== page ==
A look at Eden Wessely’s Facebook account reveals extreme right-wing opinions.
For example, in the early days of the war, Wessely posted fake news, debunked by the Israeli media, about “Israeli traitors who supported Hamas fighters during the attack on October 7th.” Wessely also shared many posts by the extreme right-wing organization, Im Tirtzu, and posts by the far-right rapper, Hatzel, considered a symbol of Israeli fascist racism. In another post, Wessely shared a picture of the Israeli human rights lawyer Lea Tsemel, calling her “the devil incarnate.”
Weaponizing ‘the woman in the black dress’
The family’s testimonies unmistakably confirm that the Israeli authorities did not have the decency to inform the family about the investigation into their family member’s rape. But, three months following her death, Israeli authorities and the Israeli police are weaponizing her case and using the death of Gal Abdush as propaganda material to garner support for and justify the genocide against the Palestinians in Gaza.
Likewise, the New York Times also joined in exploiting the family in a highly unethical manner. Despite mentioning the element of rape to the family, the Times reporters did not make clear this was the focus of the story and evidently got them to agree to participate by saying they wanted to cover the family’s tragedy. According to Abdush’s sister, Miral Alter, this is why the family agreed to speak to the reporter. As Alter explains in the Instagram comment above, the Times reporters “mentioned they want to write a report in memory of Gal, and that’s it. If we knew that the title would be about rape and butchery, we’d never accept that.”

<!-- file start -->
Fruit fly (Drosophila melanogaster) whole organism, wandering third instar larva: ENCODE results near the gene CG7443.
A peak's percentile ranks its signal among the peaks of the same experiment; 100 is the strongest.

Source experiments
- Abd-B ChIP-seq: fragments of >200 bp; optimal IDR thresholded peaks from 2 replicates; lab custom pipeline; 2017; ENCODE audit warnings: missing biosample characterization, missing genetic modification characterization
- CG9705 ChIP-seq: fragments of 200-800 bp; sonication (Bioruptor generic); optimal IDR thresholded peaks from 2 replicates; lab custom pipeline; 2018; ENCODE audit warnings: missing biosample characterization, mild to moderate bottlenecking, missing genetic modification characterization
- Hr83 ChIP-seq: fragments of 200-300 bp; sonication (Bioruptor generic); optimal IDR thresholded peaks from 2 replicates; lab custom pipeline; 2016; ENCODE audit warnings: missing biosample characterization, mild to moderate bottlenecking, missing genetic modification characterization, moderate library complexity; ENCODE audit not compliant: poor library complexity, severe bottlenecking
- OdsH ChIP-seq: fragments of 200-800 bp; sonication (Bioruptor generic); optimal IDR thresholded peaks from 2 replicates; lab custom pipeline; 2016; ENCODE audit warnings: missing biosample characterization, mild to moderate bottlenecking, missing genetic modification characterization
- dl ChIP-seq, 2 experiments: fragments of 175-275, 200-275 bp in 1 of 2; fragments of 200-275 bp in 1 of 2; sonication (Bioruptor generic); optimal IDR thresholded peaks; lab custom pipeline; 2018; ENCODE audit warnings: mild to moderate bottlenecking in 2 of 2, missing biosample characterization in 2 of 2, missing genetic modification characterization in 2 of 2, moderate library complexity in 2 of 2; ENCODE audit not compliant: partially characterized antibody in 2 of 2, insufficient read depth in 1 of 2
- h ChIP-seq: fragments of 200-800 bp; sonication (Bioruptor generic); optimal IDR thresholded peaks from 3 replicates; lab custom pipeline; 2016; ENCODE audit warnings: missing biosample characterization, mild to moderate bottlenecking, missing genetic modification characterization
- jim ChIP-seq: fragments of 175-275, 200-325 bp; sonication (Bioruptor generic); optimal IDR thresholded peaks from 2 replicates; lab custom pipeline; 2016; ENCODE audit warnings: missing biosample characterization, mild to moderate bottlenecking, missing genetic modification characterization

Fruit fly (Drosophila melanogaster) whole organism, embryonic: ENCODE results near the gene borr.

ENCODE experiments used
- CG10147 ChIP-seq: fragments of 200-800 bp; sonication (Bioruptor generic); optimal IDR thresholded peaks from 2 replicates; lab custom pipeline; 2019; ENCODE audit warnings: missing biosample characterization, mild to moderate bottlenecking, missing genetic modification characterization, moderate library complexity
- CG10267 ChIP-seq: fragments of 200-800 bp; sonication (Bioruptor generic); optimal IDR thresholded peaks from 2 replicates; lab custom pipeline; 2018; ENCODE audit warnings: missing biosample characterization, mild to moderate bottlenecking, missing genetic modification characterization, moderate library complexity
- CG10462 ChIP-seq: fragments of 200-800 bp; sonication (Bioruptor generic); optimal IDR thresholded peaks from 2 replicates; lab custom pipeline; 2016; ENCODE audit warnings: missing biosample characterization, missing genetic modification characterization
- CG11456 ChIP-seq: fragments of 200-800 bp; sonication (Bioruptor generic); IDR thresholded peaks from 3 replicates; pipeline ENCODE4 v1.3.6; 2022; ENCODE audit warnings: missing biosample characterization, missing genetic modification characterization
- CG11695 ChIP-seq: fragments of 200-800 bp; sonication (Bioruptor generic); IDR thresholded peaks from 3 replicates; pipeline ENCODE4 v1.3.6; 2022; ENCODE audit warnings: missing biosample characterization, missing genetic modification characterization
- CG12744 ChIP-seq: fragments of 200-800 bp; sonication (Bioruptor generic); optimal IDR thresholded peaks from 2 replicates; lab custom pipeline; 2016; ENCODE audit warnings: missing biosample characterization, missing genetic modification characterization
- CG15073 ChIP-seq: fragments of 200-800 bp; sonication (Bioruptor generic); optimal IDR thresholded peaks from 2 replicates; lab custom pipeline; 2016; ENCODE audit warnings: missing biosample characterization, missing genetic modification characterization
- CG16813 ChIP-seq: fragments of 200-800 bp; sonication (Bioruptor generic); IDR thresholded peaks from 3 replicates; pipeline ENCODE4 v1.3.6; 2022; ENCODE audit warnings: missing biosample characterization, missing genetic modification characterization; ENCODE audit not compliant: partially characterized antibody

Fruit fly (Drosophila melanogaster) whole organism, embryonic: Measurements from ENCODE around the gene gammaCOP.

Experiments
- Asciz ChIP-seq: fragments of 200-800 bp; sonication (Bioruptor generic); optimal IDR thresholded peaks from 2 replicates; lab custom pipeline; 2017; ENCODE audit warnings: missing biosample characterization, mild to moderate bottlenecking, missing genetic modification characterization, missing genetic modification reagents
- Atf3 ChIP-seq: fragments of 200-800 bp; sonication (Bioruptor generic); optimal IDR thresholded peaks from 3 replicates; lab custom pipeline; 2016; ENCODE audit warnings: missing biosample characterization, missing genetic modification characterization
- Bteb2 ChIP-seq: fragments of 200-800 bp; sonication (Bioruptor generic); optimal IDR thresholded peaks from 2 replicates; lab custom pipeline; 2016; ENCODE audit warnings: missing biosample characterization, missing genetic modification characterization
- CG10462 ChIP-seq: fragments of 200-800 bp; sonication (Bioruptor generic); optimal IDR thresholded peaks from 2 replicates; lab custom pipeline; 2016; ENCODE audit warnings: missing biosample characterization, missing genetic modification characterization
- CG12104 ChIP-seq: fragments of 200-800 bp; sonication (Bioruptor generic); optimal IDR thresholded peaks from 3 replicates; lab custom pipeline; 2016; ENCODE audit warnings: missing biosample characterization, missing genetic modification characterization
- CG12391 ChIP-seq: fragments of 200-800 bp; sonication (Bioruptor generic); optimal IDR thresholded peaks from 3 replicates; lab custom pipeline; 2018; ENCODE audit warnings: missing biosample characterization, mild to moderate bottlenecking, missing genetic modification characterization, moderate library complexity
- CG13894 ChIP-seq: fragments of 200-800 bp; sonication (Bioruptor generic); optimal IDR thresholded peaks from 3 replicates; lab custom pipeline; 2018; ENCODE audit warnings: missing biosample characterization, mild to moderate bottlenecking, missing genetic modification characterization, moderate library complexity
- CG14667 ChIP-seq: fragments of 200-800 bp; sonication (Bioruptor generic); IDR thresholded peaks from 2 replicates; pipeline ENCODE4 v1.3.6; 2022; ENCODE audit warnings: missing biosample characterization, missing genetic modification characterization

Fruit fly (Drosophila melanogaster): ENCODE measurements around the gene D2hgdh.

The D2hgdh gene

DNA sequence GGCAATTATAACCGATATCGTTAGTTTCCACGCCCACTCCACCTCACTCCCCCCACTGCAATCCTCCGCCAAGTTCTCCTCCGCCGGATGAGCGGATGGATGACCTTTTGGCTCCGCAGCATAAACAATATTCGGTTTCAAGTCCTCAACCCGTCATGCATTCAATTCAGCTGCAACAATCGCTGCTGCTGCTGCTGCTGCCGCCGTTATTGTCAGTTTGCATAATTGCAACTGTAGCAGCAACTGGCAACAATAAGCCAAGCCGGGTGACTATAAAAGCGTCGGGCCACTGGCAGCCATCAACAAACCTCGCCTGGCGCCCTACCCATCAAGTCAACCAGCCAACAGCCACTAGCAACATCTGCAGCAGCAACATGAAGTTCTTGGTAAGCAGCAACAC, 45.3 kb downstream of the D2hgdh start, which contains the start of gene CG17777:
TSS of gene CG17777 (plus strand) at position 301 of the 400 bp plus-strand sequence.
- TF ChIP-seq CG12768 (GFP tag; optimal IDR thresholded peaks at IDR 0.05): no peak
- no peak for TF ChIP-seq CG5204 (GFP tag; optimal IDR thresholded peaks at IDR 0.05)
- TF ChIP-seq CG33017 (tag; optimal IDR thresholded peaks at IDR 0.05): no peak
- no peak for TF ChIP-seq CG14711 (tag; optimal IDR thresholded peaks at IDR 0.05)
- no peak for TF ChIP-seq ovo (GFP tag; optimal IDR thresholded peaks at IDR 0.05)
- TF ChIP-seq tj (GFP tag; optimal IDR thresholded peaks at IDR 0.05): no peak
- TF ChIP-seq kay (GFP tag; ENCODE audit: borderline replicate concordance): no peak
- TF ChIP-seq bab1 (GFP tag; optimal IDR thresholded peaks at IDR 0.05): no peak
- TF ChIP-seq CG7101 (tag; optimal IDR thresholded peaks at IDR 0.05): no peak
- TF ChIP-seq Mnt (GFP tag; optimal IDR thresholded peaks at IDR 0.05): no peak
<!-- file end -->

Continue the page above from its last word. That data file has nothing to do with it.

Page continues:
In the end, it appears that the New York Times manipulated a working-class Mizrahi family in the service of Israeli hasbara in order to score a journalistic achievement, which in reality is nothing more than a repetition of fake news and government propaganda. 
Do not believe one word the Zionist say!
Down with the Zionist war criminals!
For Palestine red and free from the river to the sea!